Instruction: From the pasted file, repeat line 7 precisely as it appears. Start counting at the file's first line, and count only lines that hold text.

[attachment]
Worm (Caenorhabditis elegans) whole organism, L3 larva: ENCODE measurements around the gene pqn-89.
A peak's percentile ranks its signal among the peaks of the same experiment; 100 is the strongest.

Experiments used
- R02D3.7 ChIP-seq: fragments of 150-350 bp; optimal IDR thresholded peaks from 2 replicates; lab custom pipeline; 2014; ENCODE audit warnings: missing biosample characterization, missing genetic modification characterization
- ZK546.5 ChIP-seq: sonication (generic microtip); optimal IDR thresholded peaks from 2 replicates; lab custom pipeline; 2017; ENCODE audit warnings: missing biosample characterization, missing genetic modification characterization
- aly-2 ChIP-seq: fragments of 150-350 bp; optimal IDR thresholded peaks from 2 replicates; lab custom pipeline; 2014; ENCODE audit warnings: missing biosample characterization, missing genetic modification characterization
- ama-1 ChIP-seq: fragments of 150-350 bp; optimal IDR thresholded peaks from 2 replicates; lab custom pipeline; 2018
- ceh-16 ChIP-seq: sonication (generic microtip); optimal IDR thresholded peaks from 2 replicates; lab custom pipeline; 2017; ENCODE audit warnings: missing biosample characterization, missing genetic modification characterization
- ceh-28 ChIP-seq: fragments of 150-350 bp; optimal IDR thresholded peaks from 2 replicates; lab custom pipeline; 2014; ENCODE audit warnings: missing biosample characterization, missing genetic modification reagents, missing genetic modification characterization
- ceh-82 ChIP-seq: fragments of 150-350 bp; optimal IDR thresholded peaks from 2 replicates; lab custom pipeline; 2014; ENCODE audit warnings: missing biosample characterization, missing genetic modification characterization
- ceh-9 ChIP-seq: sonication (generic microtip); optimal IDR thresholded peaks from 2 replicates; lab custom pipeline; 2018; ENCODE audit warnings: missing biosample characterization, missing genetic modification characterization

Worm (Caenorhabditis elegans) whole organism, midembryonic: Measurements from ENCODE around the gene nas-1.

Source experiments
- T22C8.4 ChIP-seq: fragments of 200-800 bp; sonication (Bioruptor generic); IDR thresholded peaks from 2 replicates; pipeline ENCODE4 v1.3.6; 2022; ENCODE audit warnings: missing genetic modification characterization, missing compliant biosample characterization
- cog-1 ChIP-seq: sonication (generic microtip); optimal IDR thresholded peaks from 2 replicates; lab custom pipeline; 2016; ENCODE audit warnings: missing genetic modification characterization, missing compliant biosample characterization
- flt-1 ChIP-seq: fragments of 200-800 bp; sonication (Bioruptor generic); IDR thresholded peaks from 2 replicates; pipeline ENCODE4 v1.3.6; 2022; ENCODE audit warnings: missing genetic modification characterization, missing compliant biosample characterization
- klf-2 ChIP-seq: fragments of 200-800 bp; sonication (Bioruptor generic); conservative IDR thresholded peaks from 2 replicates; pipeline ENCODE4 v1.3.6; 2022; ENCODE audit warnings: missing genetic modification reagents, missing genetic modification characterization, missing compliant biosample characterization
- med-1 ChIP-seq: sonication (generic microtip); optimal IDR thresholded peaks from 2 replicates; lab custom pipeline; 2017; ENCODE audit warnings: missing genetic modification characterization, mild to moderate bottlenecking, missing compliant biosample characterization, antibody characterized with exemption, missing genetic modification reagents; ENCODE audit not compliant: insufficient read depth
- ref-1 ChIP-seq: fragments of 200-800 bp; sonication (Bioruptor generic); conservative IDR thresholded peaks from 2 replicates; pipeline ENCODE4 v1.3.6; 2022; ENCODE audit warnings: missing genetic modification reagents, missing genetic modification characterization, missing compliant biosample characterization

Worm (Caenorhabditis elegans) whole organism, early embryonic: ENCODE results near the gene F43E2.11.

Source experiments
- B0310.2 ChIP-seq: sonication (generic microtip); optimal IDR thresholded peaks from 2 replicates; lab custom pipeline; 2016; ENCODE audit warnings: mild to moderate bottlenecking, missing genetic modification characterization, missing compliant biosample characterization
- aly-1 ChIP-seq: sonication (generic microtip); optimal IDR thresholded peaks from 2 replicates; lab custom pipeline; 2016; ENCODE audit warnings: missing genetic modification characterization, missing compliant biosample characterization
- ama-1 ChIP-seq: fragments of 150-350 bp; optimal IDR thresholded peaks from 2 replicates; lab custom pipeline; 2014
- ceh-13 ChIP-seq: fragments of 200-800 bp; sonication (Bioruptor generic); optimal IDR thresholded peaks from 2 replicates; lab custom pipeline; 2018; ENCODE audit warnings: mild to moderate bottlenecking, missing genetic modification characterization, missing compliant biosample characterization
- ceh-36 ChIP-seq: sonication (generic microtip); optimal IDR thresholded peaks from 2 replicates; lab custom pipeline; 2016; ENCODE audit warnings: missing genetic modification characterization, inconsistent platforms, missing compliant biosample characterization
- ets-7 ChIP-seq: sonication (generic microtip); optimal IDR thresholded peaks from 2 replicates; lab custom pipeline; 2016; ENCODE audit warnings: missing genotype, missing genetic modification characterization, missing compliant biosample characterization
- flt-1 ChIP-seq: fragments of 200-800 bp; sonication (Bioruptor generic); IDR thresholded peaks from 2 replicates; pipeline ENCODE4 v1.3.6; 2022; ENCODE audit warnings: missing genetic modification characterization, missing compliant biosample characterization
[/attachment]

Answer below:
- ama-1 ChIP-seq: fragments of 150-350 bp; optimal IDR thresholded peaks from 2 replicates; lab custom pipeline; 2018